Leith Late is an arts organisation that puts together an annual public event of music, visual arts and performances along Leith Walk. From the 25 events and exhibitions of its 2017 diverse programme, three were my personal favourites, all different but equality unique.
On the opening day I visited Edinburgh Printmakers for Dr Eric Great-Rex’s My Cat Knows What I’m Thinking, an exhibition of ceramics and prints inspired by the artist’s habit of talking to his cat about his life, making his artwork a medium of the sentimental value of animals and objects. His psychedelic patterns reflected a timeless quality, looking as they could have been made centuries ago. The London-based artists has worked in this studio, which opened its gates to guests as part of Leith Late Festival, introducing techniques and equipment serving more than 400 artists, being the biggest printmaking studio in the country.
On the same night I discovered a video installation, hidden in Trinity House’s basement, creating a very uncanny feeling the moment I walked in. Junk Ecology by Clara Hastrup, was a multimedia installation of video and sound. The 4 dream-like, surreal videos projected distorted qualities of everyday objects in unexpected environments; a tea bag wandering in the desert and then immersing into a lake, sweet icing on top of mountains, singing glasses sounds coming from fingers playing with craters, a rose drowning in a tornado, a toothbrush cleaning corals in the sea. The result was very hypnotising and satisfying, one of these artworks for which a glance is not enough.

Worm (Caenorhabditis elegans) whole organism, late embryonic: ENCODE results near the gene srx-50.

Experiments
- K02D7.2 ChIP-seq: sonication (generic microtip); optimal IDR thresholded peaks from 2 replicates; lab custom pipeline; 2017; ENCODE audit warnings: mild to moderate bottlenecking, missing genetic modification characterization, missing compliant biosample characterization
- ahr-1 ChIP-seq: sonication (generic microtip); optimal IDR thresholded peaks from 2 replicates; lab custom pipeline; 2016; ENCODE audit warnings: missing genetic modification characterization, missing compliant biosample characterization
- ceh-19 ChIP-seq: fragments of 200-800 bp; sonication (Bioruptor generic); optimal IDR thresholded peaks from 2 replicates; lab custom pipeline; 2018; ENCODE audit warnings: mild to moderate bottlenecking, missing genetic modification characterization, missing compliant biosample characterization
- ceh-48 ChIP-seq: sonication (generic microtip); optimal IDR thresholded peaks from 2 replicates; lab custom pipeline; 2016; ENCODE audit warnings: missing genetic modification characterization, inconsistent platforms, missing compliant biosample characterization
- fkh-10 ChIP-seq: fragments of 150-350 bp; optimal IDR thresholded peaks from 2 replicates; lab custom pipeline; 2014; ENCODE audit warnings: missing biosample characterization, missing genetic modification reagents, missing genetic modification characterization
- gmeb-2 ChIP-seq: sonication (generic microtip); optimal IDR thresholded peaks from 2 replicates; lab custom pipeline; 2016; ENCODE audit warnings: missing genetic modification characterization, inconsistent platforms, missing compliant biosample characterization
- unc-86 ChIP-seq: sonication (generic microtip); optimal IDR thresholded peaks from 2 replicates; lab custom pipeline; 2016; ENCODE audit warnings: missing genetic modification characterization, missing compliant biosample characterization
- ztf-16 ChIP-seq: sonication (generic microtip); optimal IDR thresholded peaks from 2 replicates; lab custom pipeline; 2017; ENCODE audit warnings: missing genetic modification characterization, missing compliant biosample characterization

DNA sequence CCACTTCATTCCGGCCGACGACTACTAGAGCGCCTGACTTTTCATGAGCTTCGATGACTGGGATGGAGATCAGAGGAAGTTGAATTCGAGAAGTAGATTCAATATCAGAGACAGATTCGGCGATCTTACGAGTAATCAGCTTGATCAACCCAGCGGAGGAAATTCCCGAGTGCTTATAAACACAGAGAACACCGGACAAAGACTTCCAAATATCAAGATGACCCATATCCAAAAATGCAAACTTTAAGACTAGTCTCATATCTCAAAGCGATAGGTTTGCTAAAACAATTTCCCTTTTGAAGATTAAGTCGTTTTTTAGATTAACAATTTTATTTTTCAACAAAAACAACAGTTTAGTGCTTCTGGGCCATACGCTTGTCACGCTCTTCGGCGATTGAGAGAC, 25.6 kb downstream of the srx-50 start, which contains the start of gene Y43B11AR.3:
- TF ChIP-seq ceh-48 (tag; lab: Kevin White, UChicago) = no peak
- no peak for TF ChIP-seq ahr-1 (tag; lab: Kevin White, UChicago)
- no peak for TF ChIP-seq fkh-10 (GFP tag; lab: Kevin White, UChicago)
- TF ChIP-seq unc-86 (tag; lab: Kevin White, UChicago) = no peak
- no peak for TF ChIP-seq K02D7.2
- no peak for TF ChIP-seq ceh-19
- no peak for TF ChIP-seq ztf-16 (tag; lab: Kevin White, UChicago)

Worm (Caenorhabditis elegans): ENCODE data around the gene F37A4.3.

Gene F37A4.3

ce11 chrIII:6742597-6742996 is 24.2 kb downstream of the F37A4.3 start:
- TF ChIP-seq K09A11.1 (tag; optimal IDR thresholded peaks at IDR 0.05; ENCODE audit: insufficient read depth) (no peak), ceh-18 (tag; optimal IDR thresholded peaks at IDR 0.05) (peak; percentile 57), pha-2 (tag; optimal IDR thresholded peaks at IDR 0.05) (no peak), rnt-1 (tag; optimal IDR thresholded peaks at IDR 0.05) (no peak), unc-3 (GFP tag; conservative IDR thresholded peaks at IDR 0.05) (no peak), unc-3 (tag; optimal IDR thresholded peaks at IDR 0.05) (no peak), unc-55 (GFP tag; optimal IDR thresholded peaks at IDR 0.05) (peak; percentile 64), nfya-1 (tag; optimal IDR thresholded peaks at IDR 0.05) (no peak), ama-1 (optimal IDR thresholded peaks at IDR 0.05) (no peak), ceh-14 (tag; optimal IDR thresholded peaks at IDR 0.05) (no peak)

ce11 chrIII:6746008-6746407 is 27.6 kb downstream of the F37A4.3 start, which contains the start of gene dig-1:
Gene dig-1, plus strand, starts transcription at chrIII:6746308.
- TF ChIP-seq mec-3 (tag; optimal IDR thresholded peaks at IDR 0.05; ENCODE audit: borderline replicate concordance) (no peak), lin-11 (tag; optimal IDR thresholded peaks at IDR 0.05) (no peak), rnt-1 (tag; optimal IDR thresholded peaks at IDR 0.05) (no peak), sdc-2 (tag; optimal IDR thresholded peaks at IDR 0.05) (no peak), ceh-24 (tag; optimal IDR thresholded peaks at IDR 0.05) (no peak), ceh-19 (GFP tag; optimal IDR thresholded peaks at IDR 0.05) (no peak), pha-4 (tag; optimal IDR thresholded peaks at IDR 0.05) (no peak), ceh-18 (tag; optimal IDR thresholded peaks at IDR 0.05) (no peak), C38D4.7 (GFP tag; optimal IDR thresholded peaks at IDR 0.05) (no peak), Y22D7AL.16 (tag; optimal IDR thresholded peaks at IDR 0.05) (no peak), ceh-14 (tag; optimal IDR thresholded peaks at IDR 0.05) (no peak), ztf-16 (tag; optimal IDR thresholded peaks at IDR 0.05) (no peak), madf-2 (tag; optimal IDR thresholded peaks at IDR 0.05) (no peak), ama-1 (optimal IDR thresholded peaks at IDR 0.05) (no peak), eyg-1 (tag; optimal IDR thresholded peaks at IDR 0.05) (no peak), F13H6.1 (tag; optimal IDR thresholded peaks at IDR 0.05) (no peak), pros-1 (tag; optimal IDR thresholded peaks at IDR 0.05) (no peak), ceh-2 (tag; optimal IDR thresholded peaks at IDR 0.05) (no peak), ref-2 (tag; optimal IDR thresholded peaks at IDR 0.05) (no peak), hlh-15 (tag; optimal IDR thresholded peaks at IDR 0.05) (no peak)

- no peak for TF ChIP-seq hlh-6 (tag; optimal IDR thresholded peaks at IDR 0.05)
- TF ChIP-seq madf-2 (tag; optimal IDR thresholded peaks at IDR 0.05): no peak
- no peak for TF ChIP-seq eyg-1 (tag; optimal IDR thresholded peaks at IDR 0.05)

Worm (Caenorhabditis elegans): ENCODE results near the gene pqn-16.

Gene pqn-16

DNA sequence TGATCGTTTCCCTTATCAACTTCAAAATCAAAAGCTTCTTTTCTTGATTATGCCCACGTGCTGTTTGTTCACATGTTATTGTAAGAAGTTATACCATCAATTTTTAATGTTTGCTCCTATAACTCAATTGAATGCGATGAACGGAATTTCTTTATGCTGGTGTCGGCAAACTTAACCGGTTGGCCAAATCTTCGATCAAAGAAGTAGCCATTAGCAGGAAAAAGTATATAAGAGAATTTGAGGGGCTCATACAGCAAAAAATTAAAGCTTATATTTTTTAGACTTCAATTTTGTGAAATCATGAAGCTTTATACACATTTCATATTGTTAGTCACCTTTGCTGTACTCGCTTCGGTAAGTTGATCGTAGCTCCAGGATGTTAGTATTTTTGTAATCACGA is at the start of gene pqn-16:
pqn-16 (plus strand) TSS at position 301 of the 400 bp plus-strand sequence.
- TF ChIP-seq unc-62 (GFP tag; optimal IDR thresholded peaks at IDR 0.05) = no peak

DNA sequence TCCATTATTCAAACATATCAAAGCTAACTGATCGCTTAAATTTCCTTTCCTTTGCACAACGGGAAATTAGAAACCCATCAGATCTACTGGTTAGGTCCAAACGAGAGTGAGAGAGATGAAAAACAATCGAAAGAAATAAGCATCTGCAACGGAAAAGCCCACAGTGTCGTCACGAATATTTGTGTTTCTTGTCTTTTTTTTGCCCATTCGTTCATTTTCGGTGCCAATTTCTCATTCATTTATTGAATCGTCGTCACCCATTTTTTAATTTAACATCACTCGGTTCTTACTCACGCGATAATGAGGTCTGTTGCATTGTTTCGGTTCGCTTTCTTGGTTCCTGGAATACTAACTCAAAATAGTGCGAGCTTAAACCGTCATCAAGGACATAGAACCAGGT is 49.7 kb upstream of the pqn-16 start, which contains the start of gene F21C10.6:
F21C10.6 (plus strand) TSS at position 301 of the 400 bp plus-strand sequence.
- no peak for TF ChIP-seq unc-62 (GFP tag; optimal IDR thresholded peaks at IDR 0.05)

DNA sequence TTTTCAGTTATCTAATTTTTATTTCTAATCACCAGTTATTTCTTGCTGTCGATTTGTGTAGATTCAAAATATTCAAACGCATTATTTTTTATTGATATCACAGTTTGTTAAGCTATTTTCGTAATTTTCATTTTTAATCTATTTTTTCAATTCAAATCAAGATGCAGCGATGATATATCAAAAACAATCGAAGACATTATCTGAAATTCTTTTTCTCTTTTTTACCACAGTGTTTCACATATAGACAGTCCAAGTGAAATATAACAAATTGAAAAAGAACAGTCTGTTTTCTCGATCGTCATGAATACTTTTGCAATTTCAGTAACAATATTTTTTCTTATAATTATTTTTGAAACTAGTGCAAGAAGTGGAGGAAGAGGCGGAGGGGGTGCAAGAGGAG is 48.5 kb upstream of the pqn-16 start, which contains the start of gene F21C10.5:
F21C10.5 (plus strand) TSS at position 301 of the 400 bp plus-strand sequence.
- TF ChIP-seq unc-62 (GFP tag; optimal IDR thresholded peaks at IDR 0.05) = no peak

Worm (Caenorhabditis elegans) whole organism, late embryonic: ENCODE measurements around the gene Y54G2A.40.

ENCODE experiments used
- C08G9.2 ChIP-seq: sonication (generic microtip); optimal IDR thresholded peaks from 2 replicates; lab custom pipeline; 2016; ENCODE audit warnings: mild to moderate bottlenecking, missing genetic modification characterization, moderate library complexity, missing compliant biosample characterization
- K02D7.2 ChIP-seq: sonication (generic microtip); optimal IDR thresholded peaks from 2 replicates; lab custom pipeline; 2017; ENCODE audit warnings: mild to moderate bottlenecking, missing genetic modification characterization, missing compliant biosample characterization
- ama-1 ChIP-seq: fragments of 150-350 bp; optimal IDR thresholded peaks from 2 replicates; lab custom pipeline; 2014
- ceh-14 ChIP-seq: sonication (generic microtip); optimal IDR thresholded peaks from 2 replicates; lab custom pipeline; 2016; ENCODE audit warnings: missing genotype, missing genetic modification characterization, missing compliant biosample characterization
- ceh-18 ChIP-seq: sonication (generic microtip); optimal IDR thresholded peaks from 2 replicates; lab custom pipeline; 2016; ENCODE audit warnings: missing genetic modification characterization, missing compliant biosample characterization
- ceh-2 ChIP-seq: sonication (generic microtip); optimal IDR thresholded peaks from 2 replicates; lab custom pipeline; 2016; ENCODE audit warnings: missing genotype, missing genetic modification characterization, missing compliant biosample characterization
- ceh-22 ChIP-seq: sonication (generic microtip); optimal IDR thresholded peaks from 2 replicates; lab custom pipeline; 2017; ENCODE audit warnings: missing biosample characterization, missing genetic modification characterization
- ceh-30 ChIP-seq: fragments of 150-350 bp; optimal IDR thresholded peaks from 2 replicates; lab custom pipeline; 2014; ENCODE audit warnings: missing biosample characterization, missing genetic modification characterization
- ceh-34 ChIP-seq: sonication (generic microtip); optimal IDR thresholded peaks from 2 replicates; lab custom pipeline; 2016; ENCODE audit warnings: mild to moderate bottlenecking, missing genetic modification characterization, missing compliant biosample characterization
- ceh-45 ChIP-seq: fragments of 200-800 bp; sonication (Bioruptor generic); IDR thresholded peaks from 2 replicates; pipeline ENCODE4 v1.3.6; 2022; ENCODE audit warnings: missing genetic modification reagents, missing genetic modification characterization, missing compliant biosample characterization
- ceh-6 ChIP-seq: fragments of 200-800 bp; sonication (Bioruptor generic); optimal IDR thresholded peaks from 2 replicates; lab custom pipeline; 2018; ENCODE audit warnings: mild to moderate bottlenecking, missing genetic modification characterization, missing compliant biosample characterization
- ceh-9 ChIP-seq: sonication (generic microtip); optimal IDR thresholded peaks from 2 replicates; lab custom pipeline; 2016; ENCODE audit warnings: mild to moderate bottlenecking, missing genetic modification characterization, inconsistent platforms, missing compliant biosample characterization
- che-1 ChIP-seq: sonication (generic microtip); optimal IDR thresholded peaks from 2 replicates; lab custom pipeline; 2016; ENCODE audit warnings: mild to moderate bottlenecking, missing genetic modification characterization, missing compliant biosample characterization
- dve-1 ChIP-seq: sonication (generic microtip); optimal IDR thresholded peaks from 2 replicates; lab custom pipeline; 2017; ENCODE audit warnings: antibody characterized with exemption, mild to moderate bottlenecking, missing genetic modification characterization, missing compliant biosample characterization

On the closing night it was time for an audio visual show! The sound artists The Reverse Engineer, in collaboration with the filmmaker and photographer Ian Dodds transformed Leith Depot into a stage of mesmerizing microcosms and ambient soundscapes. It felt like sounds were moving in slow motion creating chapters of visualising dissolution. Ants submerged in liquid and human hair dancing with the wind succeeded fabric bugs and eyelashes shadowing a human eye that was chancing with the light. A bodily discourse of mortality integrated within electronic improvisations.
Leith Late Festival was another proof that Leith flourishes, coming on strong to rock the boat and become the next cultural nucleus of Edinburgh.